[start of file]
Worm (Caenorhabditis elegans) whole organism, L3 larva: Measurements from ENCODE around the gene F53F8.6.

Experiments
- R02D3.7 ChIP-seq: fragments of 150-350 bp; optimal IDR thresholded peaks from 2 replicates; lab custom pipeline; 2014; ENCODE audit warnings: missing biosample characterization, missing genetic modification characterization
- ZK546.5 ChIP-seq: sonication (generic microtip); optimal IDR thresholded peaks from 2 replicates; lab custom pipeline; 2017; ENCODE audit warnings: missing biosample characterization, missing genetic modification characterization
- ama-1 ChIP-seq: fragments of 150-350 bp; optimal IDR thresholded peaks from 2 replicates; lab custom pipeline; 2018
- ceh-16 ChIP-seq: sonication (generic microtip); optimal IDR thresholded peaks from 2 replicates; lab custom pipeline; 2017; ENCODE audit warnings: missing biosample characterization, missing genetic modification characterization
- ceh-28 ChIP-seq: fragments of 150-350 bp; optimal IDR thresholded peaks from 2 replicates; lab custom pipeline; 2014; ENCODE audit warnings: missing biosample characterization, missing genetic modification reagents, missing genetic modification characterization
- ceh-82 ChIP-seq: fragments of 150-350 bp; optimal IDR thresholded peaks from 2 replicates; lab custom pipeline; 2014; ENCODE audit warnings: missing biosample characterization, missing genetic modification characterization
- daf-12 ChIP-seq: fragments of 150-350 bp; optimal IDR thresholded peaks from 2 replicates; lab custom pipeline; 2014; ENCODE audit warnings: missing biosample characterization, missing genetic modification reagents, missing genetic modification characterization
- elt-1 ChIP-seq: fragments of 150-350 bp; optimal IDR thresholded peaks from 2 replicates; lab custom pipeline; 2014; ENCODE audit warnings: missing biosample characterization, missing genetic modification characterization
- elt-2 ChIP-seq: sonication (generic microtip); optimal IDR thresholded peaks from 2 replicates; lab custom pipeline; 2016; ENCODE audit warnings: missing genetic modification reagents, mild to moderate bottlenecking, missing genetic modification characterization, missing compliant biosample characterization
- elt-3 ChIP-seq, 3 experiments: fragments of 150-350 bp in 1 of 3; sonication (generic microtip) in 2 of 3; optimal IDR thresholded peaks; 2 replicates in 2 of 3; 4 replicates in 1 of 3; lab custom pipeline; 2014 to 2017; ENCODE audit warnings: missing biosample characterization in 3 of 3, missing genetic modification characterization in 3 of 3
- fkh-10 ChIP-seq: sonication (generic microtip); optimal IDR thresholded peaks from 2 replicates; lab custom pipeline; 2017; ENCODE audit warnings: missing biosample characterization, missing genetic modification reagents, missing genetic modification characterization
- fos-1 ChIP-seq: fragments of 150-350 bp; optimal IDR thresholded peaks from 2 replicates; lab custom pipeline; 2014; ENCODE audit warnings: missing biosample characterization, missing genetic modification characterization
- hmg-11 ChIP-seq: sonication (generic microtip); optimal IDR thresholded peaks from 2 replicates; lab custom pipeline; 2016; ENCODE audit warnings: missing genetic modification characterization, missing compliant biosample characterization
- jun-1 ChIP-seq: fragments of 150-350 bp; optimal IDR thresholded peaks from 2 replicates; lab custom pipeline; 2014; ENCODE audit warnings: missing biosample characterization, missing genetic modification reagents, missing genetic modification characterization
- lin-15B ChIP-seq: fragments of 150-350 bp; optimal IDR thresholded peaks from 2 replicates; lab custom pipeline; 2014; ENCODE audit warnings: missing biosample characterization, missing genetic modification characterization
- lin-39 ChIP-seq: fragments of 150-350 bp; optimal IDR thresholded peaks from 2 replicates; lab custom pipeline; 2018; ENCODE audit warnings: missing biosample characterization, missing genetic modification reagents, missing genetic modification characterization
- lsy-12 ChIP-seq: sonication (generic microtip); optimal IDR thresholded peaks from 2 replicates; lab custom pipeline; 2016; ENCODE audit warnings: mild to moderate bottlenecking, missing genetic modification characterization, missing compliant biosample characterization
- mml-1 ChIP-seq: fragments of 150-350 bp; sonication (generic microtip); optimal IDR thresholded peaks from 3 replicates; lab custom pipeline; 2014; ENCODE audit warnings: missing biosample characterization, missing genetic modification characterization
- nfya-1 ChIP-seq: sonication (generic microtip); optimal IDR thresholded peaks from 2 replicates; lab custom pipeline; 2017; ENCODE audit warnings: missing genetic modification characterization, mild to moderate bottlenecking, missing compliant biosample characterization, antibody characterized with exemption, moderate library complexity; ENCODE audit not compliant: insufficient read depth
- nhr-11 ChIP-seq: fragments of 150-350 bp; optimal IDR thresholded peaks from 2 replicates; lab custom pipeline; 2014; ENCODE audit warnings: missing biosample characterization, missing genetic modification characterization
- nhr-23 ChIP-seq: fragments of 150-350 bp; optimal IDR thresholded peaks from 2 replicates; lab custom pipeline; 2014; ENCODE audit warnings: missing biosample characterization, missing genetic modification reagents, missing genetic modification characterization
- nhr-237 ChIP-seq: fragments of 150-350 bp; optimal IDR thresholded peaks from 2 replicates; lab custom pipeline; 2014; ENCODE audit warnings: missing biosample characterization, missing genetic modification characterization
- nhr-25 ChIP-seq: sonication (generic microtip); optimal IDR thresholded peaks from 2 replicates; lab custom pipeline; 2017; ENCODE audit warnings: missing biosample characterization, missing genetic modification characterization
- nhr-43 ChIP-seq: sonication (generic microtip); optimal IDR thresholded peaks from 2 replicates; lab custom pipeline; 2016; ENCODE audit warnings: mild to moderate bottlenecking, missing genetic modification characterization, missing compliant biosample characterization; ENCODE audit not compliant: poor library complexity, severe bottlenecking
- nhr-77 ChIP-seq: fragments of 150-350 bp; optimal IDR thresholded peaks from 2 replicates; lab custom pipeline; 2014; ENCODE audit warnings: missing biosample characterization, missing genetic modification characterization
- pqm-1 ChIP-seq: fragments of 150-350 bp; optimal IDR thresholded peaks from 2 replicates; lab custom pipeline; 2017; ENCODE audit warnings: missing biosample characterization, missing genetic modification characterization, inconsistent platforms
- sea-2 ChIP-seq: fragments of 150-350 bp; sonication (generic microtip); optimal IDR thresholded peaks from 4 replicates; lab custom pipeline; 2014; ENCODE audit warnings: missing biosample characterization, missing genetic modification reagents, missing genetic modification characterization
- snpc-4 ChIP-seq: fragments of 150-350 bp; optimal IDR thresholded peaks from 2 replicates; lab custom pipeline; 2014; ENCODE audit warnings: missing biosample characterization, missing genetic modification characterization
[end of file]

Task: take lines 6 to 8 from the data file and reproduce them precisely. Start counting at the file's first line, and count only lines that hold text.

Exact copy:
- ceh-16 ChIP-seq: sonication (generic microtip); optimal IDR thresholded peaks from 2 replicates; lab custom pipeline; 2017; ENCODE audit warnings: missing biosample characterization, missing genetic modification characterization
- ceh-28 ChIP-seq: fragments of 150-350 bp; optimal IDR thresholded peaks from 2 replicates; lab custom pipeline; 2014; ENCODE audit warnings: missing biosample characterization, missing genetic modification reagents, missing genetic modification characterization
- ceh-82 ChIP-seq: fragments of 150-350 bp; optimal IDR thresholded peaks from 2 replicates; lab custom pipeline; 2014; ENCODE audit warnings: missing biosample characterization, missing genetic modification characterization